2017 UK Article IV Press Conference: Opening Remarks by IMF Managing Director Christine Lagarde

December 20, 2017


Good morning. It is a pleasure for me to be here in London for the conclusion of the IMF’s annual Article IV consultation—our regular health check—with the UK. I would like to express to the UK authorities our appreciation for their active engagement in the process.

Much has happened in the UK since our last Article IV mission in May of last year. Of course, the most significant events were voters’ decision to withdraw from membership in the European Union, and the government’s decision to invoke Article 50. These are already having an impact in the economy, even though the UK is not expected to leave the EU until 2019. Let me start by summarizing how we see the economic outlook, and then turn to some of the key policy issues confronting the UK.

1. Economic Outlook

The global economy has been doing reasonably well. Our global forecast from last October is of 3.6% growth this year, and 3.7% next year. We will revise these numbers in our World Economic Outlook Update in January. In the United Kingdom, since the start of this year, growth has slowed notably. The significant depreciation of sterling that followed the referendum has pushed inflation over 3 percent, squeezing real incomes and private consumption. Companies are also delaying some investment decisions until they have greater clarity about post-Brexit trade rules.

We project GDP growth of 1.6 percent this year, down from 1.8 percent last year and 2.3 percent in 2015, despite a significantly stronger global environment. Growth is projected to remain around 1½ percent next year, as uncertainty about the shape of Brexit persists and inflation remains above target.

2. Fiscal Policies

Turning to fiscal policy, significant progress has been made in reducing the deficit since the global financial crisis. But the UK’s public debt remains high, at 87 percent of GDP. Continued deficit reduction is therefore critical to create further room to respond to future shocks.

Over the longer term, the UK will face significant fiscal pressures. Like many advanced economies, population aging is expected to lead to material increases in spending on health care, pensions and long-term care, while productivity growth has been slow. And a slowly growing economy means fewer resources will be available to meet this increased spending.

These challenges are likely to become even more acute if trade barriers further reduce productivity . Taken together, these developments mean the UK may in the future face difficult decisions about the size of the public sector and the mode of delivery and financing of public services.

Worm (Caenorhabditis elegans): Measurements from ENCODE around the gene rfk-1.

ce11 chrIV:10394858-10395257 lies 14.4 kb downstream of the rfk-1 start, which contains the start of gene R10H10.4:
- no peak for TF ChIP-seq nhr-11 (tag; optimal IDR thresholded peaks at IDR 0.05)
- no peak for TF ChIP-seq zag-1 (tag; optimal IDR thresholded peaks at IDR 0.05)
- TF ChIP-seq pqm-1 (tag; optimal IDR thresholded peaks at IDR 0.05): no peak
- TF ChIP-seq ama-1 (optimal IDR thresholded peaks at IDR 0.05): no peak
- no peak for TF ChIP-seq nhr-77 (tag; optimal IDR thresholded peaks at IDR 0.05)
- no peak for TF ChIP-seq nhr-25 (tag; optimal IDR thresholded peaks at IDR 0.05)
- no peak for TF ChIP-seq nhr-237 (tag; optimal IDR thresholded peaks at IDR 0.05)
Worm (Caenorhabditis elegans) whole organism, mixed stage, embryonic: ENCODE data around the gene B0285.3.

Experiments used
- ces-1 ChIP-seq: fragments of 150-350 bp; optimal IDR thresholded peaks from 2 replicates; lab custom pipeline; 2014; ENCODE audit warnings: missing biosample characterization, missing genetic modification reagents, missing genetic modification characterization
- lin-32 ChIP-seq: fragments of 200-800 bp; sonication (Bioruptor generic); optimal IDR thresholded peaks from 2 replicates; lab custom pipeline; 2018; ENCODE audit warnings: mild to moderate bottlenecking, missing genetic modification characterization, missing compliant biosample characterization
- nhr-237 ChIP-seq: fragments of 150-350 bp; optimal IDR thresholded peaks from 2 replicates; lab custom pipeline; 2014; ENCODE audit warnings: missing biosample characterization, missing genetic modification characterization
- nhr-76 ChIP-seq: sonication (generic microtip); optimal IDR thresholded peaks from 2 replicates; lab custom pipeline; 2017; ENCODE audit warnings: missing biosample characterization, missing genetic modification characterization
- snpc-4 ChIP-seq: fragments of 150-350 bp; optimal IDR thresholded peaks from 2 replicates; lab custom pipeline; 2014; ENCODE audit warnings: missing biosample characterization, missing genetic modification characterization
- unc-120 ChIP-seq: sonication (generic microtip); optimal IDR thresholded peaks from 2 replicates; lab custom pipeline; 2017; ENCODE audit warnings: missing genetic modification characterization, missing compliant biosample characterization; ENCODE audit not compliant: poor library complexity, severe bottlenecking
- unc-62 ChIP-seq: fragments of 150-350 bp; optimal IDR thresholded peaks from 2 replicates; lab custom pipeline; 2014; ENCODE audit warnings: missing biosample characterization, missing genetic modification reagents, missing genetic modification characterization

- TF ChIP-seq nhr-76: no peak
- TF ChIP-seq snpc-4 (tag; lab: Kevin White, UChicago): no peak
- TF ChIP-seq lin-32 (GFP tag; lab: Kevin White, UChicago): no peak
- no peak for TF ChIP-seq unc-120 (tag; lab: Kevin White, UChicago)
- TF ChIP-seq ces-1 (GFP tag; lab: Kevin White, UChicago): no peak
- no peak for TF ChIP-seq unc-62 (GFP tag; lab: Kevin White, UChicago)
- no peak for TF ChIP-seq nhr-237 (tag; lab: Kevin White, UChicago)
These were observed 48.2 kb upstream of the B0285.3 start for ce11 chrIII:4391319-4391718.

3. Structural Reforms

Structural reforms have an important role to play in raising productivity. While UK goods and labor markets are very competitive, the UK underinvests in infrastructure and innovation and falls short in human capital development . Recent government initiatives toincrease public sector investment and reform technical education are steps in the right direction. But more needs to be done, such as easing planning restrictions and reforming property taxes to boost housing supply .

4. Monetary Policy

On monetary policy, we agree with the Bank of England that tightening should proceed at a gradual pace. This will return inflation to target as the impact of the depreciation of sterling fades. A faster rate of tightening may be called for, however, if low unemployment results in too rapid wage growth.

5. Financial Sector

UK banks have strengthened steadily since the financial crisis, and are in a far better position today with respect to capital, leverage and liquidity.

The UK financial sector and its supervisors will be confronted with major challenges going forward . While the primary responsibility for ensuring that banks and other financial institutions are ready for Brexit lies with those institutions themselves, the UK authorities have been proactive in engaging with them to ensure that they are well-prepared.

Given the complexity of the UK financial system and its high degree of global integration, continued close cross-border regulatory and supervisory cooperation between the UK, EU and other relevant authorities is also essential to manage risks.

6. Brexit Negotiations

Let me conclude with a word on Brexit negotiations. We welcome the recent progress that has been achieved in negotiations between the UK and the EU, which will allow the discussions to move on to issues related to the future trading relationship and a transition period.

The ultimate decision on what form that relationship should take is a matter for the UK and EU to decide. On our side, we would simply repeat the point we already made before: to underscore that an agreement thatminimizes the introduction of trade barriers and allows adequate time to implement changes would best support stability and growth.

The tasks associated with leaving the EU are numerous and complicated . They include not only negotiating a new trade deal with the EU, but also creating the domestic capacity to take over new responsibilities, negotiating new trade arrangements with about 60 countries to replace those that came with EU membership, and translating many thousands of pages of EU law into UK statutes.

We therefore encourage the UK and EU to reach agreement soon on transitional arrangements that would apply for a period after the UK’s departure. This will provide households and firms with greater confidence going forward and towards the March 2019 exit date.

More details on these challenges and the policies we recommend to address them are contained in the mission’s Concluding Statement, which you have just received.

Thank you. I now look forward to your questions.

IMF Communications Department

PRESS OFFICER: Andreas Adriano

Phone: +1 202 623-7100Email: MEDIA@IMF.org